Two Ottawa MPPs have written a scathing letter to provincial Health Minister Sylvia Jones, asking that the government investigate the management at Pinecrest-Queensway Community Health Centre.
The missive came just days after four PQCHC health workers with decades of cumulative experience lost their jobs without cause, the latest in what Ottawa West-Nepean’s Chandra Pasma and Ottawa Centre’s Joel Harden, both NDP MPPs, describe as a string of similar staff reductions in recent years.
“Over the past three years, multiple employees with long-tenure and good performance reviews have been terminated or have left due to what they felt were unsustainable working conditions, leaving the PQCHC’s primary care clinics and other programs short-staffed and unable to deliver adequate levels of care to patients,” their letter says.
“We have been told that over the past three years as many as one-third of the staff of the PQCHC have been terminated or have left,” the letter continues. “Although non-disclosure agreements prevent all of the details from being known, we do know that there are multiple wrongful dismissal suits against the PQCHC, diverting funding from programs towards legal fees.”
Two family physicians, a nurse practitioner and a registered nurse were given notices of termination without cause in April. Their last day of work was July 29.
The centre has reportedly hired people to replace the nurse and nurse practitioner. The replacements, according to current and former staff members, are fairly new graduates. But the centre had not yet replaced the two doctors as of mid-July. The centre says it expects to be fully staffed before the end of the summer.
While indicating it had wait lists hundreds of people long, the centre said the terminations were part of a restructuring that will allow it to serve 2,500 more health-care clients without new funding.
In a statement Thursday evening, the centre’s CEO, Christopher McIntosh, said, “Over the past year, my team and I have been working to reshape our primary care and mental health services to promote collaboration, innovation, and integration to better serve clients. A crucial step in this process was the creation of the new Integrated Healthcare portfolio, bringing together our primary healthcare providers into one team to deliver more streamlined services to meet the physical, mental, and social health care needs of our clients.”
McIntosh also said that the overall staffing levels at the centre had not been cut back.
“Changes have been made to staffing but there has not been a reduction in overall positions, and more importantly, no impact on our health care delivery. To provide better patient care, we had to make some difficult decisions.”
To achieve its goals of serving more patients without additional funding, many primary care appointments will be shortened from the current default of 30 minutes to an average of 20 minutes.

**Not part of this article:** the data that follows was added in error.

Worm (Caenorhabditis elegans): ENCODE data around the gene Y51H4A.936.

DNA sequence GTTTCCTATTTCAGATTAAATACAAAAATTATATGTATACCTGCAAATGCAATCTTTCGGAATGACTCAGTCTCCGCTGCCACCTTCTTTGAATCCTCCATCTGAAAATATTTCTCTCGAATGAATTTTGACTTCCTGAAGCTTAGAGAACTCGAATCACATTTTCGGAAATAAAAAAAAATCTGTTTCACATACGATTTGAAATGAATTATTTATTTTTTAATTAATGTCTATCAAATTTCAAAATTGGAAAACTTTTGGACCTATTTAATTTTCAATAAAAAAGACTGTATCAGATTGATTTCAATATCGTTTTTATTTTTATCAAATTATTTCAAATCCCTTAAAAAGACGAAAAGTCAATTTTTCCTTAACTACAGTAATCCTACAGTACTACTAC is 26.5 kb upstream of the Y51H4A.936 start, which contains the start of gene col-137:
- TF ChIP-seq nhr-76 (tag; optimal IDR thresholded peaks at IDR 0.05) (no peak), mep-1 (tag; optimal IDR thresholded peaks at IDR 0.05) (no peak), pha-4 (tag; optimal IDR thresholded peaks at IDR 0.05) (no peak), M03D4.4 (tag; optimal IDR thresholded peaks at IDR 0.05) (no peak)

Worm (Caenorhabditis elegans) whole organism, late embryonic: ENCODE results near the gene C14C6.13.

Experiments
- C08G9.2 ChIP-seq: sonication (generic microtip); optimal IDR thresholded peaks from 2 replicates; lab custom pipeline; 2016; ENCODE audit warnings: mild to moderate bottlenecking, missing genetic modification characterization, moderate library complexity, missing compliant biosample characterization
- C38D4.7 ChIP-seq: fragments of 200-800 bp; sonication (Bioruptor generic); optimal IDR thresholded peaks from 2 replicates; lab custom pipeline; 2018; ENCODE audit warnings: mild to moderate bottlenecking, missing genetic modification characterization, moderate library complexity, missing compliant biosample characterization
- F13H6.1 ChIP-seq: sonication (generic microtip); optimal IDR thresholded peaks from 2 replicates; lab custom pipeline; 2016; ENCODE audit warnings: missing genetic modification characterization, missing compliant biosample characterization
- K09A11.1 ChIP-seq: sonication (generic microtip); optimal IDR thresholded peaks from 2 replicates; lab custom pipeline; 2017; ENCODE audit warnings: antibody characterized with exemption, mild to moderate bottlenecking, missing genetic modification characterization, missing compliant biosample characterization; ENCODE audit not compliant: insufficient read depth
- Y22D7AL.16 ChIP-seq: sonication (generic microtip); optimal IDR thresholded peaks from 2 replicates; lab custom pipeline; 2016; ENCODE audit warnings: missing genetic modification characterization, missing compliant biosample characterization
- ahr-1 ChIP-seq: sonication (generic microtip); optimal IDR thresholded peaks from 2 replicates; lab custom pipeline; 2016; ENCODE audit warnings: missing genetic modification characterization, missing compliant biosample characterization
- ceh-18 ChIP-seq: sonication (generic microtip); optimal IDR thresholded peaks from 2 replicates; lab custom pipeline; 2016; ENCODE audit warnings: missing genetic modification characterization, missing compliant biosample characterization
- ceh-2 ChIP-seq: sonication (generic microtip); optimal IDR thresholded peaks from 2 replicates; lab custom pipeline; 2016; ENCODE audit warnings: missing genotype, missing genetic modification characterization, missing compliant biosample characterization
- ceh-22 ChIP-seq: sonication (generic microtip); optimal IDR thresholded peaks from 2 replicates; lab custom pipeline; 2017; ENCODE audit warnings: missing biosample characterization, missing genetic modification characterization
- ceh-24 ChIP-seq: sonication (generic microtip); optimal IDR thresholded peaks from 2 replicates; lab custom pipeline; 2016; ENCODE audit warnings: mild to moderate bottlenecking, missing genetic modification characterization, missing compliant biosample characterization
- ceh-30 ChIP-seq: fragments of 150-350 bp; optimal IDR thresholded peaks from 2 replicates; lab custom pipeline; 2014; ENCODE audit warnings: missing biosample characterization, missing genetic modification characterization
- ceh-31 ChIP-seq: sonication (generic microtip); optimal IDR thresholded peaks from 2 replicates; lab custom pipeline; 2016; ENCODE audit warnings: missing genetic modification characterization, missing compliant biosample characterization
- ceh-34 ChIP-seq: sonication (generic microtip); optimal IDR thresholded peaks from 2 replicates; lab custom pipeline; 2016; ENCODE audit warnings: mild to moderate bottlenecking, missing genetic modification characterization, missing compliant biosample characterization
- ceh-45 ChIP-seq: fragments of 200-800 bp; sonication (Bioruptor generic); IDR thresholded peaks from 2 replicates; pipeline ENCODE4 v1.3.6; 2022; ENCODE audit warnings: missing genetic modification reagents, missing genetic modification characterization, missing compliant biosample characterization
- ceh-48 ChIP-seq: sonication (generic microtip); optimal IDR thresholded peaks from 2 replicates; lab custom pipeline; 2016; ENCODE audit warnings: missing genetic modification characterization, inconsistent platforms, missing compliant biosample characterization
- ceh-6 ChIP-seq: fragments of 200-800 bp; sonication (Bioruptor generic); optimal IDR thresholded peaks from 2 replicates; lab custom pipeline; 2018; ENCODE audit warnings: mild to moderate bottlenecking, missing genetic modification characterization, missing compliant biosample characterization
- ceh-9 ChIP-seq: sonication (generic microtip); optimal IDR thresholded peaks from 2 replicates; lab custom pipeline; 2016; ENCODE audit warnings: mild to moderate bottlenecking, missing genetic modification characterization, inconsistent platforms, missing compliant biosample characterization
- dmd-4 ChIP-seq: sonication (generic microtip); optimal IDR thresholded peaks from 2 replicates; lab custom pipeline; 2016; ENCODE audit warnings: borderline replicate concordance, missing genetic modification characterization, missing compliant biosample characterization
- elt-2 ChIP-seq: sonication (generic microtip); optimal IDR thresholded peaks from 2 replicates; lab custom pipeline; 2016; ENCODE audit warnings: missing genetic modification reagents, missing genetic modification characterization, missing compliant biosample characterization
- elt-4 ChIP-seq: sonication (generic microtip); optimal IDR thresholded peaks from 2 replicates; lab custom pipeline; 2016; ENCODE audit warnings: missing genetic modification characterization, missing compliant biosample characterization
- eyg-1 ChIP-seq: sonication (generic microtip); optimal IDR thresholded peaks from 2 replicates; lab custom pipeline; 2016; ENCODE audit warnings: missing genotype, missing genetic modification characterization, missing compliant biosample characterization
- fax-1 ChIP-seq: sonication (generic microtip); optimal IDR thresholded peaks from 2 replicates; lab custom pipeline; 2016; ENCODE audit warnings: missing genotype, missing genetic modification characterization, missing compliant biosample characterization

“We know from other providers that the average appointment can be shorter and address the complexity of our clients’ needs without impacting care,” McIntosh said last month.
The centre, he added, “needs to do a better job” of asking clients in advance what the appointment is about and then booking the appropriate amount of time with the appropriate professional, which could include a dietician, chiropodist or registered nurse, rather than a physician or nurse practitioner. Clients who require longer appointments will still have them, he said.
“The plan is to make care better.”
Chandra and Harden fear it won’t.
“We have heard similar concerns from clients and staff of other programs within the PQCHC,” their letter continues. “The termination of workers with good performance reviews severing the relationship between clients and trusted care providers, a toxic workplace culture that led to the departure of employees, allegations of bullying and harassment, programs being left critically short-staffed, funding not being allocated where funders and donors expected that funds would be used, and a lower level of service provided to communities in the PQCHC catchment than what is being provided by other CHCs in Ottawa.”
According to the MPPs, McIntosh has refused their requests for a meeting, while board chair Janet Bowes has only indicated that the board will meet with them sometime in the future.
“We therefore have no ability to ascertain that restructuring decisions are being made in the best interests of patients,” the letter concludes, “and funds are being spent as intended by the ministries, municipality, and service organizations funding the programs and services provided by the PQCHC. However, given that patients and clients of the PQCHC are already going without care and essential supports, we feel that this matter can’t wait and we urge you to open an investigation in the PQCHC immediately.”
In his statement Thursday, McIntosh confirmed that both MPPs had reached out regarding the restructuring, “and we look forward to meeting with them shortly to discuss this matter.”
The ministry of health did not respond to a request for comment sent Thursday afternoon.
With files from Elizabeth Payne